Montréal-based software startup Tengiva wants to help the textile sector modernize its supply chain operations.
Tengiva claims to offer “the first digital supply chain platform for the textile industry.” Armed with $4.95 million CAD in seed funding, the company plans to commercialize its software, build a new warehouse, and pursue its global expansion plans.
Tengiva has set out to solve the textile industry’s “complex and outdated” approach to sourcing and distribution.
In an interview with BetaKit, Tengiva co-founder and CEO Annie Cyr described the textile industry as “one of the oldest and biggest in the world.” But according to Cyr, the sector’s focus has always been on machinery and the technical processes used to make textiles. As a result, Cyr says the textile industry has neglected to address its “complex and outdated,” months-long, mostly offline approach to sourcing and distribution.
Cyr and Tengiva co-founder Carlos Agudelo want to change this. “The first major problem we address is this inefficiency in terms of communication and processes around distribution and sourcing,” said Cyr.
Tengiva’s seed round—the company’s first venture financing to date—was led by Fonds Ecofuel, with participation from fellow Montréal VC firm Inovia Capital, Anges Québec, Vancouver-based Active Impact Investments, and Toronto’s N49P Ventures. The round consists of $3.15 million in equity capital, $1.7 million in commercialization funding from Investissement Québec, and a $100,000 grant from Sustainable Development Technology Canada.
Launched in 2018 by Cyr and Agudelo, Tengiva’s COO and CSO, Tengiva helps textile manufacturers and apparel companies source and sell materials across 30 countries through its supply chain management platform. Tengiva’s software makes it easier for clothing brands to find and buy the materials they need, while also helping textile suppliers sell their products online.
It’s safe to say that Cyr knows a bit about textiles—she has spent the last 15 years working in and around the industry, first as a fashion designer before switching over to the management side and working in development and procurement roles at family apparel firm Gildan and uniform company Logistik Unicorp. She even penned a 2016 book on textiles, titled “The Guide to Textile Fibers.”
Cyr and Agudelo met while working together at Logistik Unicorp, Cyr as a specialist in textile development and sourcing, Agudelo as the company’s director of research and development. Agudelo is a doctor of engineering with more than 30 years of experience in textile production operations and polymer science research.
Tengiva has been building its solution since 2018, years before the pandemic hit and changed the way companies thought about managing their supply chains.
As Cyr puts it, COVID-19 “really shook” the textile industry. According to Cyr, most of the textile sector’s business development operations previously took place in-person, and involved travel and trade shows—two things halted by the pandemic.
“They were really hit hard in terms of their traditional business development, and they were faced with, ‘Okay, we have to shift’—it’s not, ‘we want to’—it’s, ‘we have no choice [but] to shift because we can’t travel,” said Cyr.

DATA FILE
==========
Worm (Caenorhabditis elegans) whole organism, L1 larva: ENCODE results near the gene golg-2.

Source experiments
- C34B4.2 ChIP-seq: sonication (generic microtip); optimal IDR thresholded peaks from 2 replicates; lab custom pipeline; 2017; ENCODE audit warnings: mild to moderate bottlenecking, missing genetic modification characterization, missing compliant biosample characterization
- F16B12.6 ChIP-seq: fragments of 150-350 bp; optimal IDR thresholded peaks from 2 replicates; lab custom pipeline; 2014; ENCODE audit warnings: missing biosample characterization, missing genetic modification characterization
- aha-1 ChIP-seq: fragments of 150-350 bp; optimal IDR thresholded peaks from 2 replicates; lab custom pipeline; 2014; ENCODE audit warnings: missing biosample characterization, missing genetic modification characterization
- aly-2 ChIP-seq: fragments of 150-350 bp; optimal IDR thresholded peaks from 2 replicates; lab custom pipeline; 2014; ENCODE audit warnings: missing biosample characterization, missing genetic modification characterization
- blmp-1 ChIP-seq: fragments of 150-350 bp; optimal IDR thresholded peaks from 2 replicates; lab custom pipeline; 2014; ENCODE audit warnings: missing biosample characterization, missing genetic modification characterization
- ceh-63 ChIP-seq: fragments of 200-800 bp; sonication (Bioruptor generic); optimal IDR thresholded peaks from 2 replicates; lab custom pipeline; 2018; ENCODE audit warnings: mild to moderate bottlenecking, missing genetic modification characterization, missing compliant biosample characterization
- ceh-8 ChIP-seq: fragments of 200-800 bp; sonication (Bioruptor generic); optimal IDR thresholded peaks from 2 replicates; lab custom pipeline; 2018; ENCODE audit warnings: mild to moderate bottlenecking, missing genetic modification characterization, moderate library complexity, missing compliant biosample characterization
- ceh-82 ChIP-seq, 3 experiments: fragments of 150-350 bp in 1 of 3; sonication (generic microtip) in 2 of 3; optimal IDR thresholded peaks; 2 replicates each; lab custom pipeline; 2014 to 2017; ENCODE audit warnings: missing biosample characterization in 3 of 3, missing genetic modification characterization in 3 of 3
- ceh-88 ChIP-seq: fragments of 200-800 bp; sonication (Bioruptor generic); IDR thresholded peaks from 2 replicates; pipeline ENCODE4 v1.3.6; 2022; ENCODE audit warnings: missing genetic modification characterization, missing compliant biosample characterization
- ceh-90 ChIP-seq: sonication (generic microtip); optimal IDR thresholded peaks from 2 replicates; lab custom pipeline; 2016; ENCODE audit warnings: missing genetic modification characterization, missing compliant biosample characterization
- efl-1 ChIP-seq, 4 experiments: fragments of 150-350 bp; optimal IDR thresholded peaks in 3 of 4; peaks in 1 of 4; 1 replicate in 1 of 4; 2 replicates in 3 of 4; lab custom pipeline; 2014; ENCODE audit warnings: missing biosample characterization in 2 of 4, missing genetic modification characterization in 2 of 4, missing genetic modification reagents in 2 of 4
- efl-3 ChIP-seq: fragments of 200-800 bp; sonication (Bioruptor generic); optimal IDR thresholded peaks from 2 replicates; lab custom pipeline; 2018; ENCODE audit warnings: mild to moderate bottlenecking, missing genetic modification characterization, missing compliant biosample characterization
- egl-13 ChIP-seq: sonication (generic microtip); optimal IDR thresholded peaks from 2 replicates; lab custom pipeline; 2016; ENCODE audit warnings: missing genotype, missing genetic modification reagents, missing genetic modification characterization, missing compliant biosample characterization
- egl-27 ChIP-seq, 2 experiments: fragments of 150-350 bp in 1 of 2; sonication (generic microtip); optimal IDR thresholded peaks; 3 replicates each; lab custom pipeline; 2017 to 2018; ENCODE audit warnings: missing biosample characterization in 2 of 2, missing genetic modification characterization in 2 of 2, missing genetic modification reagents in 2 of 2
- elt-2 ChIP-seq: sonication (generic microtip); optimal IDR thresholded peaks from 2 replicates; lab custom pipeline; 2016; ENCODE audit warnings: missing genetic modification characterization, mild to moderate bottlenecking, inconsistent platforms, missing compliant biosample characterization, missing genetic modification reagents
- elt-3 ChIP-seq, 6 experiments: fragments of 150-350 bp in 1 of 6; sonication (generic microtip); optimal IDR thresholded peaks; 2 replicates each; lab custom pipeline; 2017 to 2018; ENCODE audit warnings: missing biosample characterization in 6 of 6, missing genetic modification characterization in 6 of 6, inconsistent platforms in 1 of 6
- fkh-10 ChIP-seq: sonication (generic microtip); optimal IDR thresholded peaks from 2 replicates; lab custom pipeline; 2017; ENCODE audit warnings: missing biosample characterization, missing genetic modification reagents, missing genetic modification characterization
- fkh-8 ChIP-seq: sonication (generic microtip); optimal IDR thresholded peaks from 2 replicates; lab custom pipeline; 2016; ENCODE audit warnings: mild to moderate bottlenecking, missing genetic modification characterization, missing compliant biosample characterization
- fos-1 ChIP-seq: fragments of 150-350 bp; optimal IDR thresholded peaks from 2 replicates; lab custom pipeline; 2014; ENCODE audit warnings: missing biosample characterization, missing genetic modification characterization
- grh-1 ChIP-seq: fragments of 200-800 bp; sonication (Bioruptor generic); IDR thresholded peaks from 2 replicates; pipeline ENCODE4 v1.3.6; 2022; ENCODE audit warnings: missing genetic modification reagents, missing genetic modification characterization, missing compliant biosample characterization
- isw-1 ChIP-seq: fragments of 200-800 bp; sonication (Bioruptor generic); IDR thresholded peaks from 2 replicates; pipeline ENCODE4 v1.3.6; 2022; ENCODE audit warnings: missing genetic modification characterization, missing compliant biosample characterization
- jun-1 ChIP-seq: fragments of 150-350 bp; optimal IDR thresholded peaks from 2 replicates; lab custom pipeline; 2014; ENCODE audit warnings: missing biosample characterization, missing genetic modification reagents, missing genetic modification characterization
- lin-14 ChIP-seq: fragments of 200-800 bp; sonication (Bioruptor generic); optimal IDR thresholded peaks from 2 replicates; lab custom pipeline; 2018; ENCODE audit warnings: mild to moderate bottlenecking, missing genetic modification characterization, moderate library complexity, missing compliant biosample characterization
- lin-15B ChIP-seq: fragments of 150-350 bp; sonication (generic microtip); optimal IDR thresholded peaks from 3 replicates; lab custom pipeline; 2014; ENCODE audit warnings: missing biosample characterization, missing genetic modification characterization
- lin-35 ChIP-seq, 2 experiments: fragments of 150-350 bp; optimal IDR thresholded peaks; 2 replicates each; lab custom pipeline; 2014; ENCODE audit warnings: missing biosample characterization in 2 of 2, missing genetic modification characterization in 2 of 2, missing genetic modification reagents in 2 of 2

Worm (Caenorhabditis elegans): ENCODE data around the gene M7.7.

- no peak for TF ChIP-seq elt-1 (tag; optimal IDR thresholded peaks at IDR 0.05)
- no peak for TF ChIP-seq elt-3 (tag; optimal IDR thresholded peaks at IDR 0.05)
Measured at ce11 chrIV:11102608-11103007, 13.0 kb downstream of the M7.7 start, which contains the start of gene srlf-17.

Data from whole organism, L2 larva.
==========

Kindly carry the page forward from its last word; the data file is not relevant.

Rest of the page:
Cyr added that COVID-19 has helped Tengiva in “a lot of ways,” by forcing textile companies “to open themselves up to doing business faster in a new way.”
Fonds Ecofuel Managing Partner Johanne Sevigny told BetaKit that “Tengiva is at the right place and at the right time.” Sevigny is joining the company’s board of directors as part of the round, alongside Active Impact Managing Partner Mike Winterfield.
In addition to helping textile manufacturers and apparel brands source and sell materials, Tengiva aims to give them access to the data and recommendations necessary to lessen their environmental impact. Tengiva’s platform provides customers with the information they need to optimize their resource usage, improve the transparency of their supply chain, and promote better, more eco-friendly practices that reduce CO2 emissions and chemical usage, and increase recyclability.
Given this approach, cleantech-focused investors like Fonds Ecofuel and Active Impact Investments have bought into the startup’s vision. Sevigny said Fonds Ecofuel decided to invest in Tengiva for a few reasons, citing the strength and knowledge of the company’s founding team, the pollution caused by the fashion and textile industry, and the potential environmental benefit that could be achieved by increasing its efficiency.
“Leveraging their expertise, they have created a purpose-built platform for the industry that not only solves some of the sustainability challenges faced by the sector but has also attracted early interest from the world’s most notable textile mills and apparel brands,” said Sevigny.
Tengiva isn’t the only Canadian trying to address supply chain problems with software. This group includes: Toronto-based procurement intelligence platform TealBook, which focuses on supply chain data; Calico, a Toronto startup that wants to help direct-to-consumer fashion brands improve their supply chain operations; and Montréal-based Axya, which helps large manufacturing companies organize their outsourcing process.
In the textile supply chain market specifically, Cyr says there are other solutions available in terms of “catalogues as a marketplace,” but believes Tengiva’s ability to help with logistics, payments, and operations serves as a differentiator.
“Where we position ourselves differently is that we enable the transactions processes … So far, we’re, I would say, the only one capable of doing it at an industrial scale,” said the CEO.
Tengiva plans to use some of its funding to open a new Montréal warehouse based out of an old textile mill that will focus on managing textile samples and helping customers digitize their products in its database.
Feature image courtesy Tengiva.